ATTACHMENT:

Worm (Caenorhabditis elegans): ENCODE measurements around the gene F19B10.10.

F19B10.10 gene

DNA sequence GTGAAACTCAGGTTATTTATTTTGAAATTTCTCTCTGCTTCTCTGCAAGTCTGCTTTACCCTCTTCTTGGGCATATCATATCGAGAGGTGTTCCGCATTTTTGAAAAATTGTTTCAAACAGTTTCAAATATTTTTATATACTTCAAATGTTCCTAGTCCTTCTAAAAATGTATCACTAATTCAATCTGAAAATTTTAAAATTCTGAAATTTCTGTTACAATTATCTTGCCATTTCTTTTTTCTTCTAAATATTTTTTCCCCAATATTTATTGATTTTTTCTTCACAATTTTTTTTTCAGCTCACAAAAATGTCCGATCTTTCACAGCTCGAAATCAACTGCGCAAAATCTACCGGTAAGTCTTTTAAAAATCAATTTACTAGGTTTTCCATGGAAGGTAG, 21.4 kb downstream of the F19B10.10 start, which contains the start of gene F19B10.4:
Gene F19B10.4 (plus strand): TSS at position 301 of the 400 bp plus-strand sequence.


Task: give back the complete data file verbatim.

Worm (Caenorhabditis elegans): ENCODE measurements around the gene F19B10.10.

F19B10.10 gene

DNA sequence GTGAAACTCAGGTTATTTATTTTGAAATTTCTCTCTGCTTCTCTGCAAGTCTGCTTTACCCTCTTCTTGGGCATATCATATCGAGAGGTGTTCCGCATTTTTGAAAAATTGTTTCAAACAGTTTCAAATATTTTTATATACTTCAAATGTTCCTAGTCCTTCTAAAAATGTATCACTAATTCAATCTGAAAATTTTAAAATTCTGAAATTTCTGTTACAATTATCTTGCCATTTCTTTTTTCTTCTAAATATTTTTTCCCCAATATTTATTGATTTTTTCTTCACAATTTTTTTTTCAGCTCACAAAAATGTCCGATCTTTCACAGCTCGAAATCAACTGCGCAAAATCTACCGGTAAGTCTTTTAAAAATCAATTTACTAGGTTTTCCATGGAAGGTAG, 21.4 kb downstream of the F19B10.10 start, which contains the start of gene F19B10.4:
Gene F19B10.4 (plus strand): TSS at position 301 of the 400 bp plus-strand sequence.